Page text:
Consider the Principal is $1.The increase (change) at the end of 1 year is the effective interest rate.

Effective Interest Rate Example :

Effective Interest Rate Example You save $100 in a bank that pay interests at 10% compounded twice a year (or compounded half yearly). What is the effective interest rate?
reff = (1+r/m)m -1 = (1 + 0.1/2)2-1 = 1.1025-1 =0.1025 = 10.25%
reff of 10.25% is higher than the nominal rate of 10%

Continuous Compounding Interest :

Continuous Compounding Interest Our final type of interest rate plan is the Continuous Compounding Interest Rate plan
A=Pert
Example
You save $100 in a bank that pay interests at 10% compounded continuously. How much will you have at the end of 5 years?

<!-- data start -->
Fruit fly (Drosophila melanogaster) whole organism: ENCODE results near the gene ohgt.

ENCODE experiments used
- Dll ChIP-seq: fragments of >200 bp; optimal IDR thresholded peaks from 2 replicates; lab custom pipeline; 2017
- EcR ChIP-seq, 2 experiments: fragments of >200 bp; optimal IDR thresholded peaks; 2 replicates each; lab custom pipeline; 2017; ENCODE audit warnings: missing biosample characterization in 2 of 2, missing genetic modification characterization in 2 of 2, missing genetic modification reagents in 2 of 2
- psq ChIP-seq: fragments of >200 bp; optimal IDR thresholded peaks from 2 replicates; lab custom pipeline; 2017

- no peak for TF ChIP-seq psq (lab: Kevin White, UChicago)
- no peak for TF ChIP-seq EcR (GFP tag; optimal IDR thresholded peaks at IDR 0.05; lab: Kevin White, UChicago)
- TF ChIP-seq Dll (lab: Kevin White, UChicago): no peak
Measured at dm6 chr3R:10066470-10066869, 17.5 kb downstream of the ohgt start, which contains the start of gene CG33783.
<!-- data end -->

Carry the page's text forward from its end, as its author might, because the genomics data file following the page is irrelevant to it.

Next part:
A = 100 x e 0.1x5 = $164.87
Note that Continuous Compounding Interest Plan pays more than compounding twice a year; $162.89

Compound Interest :

Compound Interest End of Lesson - Review
All other things being the same
For savings compound interest plan is better simple interest plan
Conversely for a loan, we have to pay more in a compound interest plan
More compounding period is better for savings
A = P (1 + r/m)mt or P=A(1+r/m)-mt
Continuous Compounding - A=Pert

Annuities :

Annuities In the previous examples, we find single payment and then single receipt or vice versa
In annuities (singular: annuity), we could be
Make a single payment (-) at the beginning of the finance (savings or loan) period and then get identical periodic receipts (+)
Your parents deposit a large amount of money (-) and you receive identical amounts every semester (+) to pay your course fee and expenses.

Annuities :

Annuities Examples continued
Make identical payment (-) at the end of every installment period and then get single receipts (+) at the end of the finance (savings or loan) period